Boozman joins fellow U.S. senators in celebrating school choice

U.S. Sen. John Boozman, R-Ark., speaks on Capitol Hill in Washington in this Nov. 8, 2023 file photo. (AP/Alex Brandon)
U.S. Sen. John Boozman, R-Ark., speaks on Capitol Hill in Washington in this Nov. 8, 2023 file photo. (AP/Alex Brandon)


WASHINGTON -- U.S. Sen. John Boozman and Senate colleagues applauded the work of school choice advocates during a reception Wednesday at the U.S. Capitol.

Boozman, R-Ark., was among the speakers who delivered remarks as proponents celebrate National School Choice Week, the annual occurrence promoting increased options in K-12 education in addition to public schools, including charter schools, private institutions and homeschooling.

"We're the tip of the spear, but these things don't get done without the grassroots, so thank you for being here. Thank you for being where you're at," the senator from Rogers told attendees.

The event took place in the Mike Mansfield Room, a space near the Senate chamber for receptions and similar occasions.

Members of Congress have invited school choice advocates to Capitol Hill during National School Choice Week to celebrate the advocacy efforts directed at increasing education options. Sen. Tim Scott, R-S.C., led a coalition of Senate Republicans in introducing a resolution earlier this week commemorating the occurrence; Boozman and fellow Arkansas Sen. Tom Cotton of Little Rock are co-sponsors.

Scott has served in the Senate since January 2013 and cited his upbringing in North Charleston, S.C., as a reason for supporting options in addition to public schools. Scott, his mother and his brother shared a single bedroom as the matriarch worked long hours as a nursing assistant to support her sons.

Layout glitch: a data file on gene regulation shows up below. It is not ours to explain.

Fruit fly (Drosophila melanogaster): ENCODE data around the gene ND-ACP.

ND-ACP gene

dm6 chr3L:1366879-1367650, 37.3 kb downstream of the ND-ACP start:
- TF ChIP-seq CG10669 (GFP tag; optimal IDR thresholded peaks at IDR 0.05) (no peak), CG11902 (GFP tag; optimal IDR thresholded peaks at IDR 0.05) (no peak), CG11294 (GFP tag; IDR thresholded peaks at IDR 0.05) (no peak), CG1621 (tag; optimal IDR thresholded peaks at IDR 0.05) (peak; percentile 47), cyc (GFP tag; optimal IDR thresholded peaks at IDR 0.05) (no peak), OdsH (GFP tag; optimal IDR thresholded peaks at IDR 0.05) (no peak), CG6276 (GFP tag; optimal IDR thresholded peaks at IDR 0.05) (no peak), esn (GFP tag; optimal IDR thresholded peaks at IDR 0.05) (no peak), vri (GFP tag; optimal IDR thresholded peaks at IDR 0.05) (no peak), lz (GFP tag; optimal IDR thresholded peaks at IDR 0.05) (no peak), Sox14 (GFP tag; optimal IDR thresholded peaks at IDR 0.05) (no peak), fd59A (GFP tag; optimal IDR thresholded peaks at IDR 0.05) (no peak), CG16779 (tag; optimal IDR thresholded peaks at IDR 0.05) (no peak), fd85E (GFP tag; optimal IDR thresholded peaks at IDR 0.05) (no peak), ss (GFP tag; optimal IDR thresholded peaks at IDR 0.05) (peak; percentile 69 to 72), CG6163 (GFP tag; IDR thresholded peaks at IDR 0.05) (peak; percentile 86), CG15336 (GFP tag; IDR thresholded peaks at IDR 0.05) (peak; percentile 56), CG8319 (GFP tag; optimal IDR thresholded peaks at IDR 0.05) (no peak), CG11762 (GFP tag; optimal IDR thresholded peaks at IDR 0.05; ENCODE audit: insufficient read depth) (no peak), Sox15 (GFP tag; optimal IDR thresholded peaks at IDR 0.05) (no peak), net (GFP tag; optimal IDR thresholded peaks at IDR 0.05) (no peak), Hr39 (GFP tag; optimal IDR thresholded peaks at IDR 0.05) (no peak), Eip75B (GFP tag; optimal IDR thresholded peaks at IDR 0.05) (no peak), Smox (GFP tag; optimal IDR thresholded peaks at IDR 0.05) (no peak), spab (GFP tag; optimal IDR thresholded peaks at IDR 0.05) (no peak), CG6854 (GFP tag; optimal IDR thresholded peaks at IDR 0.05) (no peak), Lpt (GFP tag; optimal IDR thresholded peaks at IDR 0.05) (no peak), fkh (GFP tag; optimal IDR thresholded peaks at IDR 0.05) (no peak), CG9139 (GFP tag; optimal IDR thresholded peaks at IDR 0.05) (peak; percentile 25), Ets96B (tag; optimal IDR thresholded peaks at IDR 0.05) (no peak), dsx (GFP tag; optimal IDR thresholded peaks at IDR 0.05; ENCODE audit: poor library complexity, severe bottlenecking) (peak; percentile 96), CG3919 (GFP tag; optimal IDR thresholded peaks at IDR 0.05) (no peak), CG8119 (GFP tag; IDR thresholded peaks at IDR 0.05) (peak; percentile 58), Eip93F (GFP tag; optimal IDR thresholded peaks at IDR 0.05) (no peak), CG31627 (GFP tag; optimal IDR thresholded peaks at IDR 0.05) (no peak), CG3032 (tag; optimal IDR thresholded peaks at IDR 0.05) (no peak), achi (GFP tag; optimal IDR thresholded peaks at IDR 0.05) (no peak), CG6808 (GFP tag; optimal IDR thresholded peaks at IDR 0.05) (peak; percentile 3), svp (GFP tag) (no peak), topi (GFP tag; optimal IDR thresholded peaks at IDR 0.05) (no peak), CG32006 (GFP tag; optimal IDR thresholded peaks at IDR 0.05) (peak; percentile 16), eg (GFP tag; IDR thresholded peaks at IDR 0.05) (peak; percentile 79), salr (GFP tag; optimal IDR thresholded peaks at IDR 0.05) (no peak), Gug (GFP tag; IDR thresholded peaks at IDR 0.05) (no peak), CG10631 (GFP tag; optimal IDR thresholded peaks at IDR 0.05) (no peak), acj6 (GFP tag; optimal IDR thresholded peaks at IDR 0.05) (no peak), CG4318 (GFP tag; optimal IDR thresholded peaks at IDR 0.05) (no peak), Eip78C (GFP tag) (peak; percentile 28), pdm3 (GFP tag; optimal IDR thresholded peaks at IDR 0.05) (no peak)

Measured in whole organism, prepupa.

"As a kid growing up in poverty, one of the challenges that my mother faced was finding the right school for her kid. I went to four different elementary schools by the fourth grade because there's a transient nature in poverty," he said.

"Today, because of so many people in this room, I get to stand on your shoulders and advocate for kids I will never meet. But those kids will shape this nation because they had parents who were able to find the right school for their kids, and that is the right future for his nation."

Boozman said students should not have to remain in "failing schools" -- institutions with poor academic performance -- that struggle to improve student achievement.

"Those people ought to have the same opportunities regardless of where those schools are, and that's what this is all about," he said.

Boozman's appearance coincided with increased attention in Arkansas to school choice under Republican Gov. Sarah Huckabee Sanders. One provision of the LEARNS Act -- Sanders' education overhaul that she signed into law last March -- includes the creation of a voucher program for covering private and homeschool education costs.

The state is phasing in the Educational Freedom Account program over three years to make all Arkansas K-12 students eligible for funding by the 2025-2026 academic year. Democratic legislators and education organizations have argued the accounts will divert funds from public schools in the coming years.

"Arkansas is leading the way on this. Gov. Sanders is doing a tremendous job," Boozman said with some hoots from the audience.

Sen. Lindsey Graham, R-S.C., called public education the "great equalizer," yet stressed parents should have access to other options if local school systems cannot meet their children's needs.

"This should be a defining issue in the 2024 election cycle, right? Everybody running -- from the city council to the White House -- should be asked about this," he said.

"What do rich people constantly do? They take their money and put their kids in the best school they can find. Why? Because every parent wants their child to have the best school possible," Graham added. "For everybody else who's not rich, how about giving them more choices than they have today?"

Rep. John Moolenaar, R-Mich., introduced a companion resolution to the Senate effort before the House of Representatives left Capitol Hill at the end of last week. The House will return to Washington, D.C., on Monday to resume legislative business.


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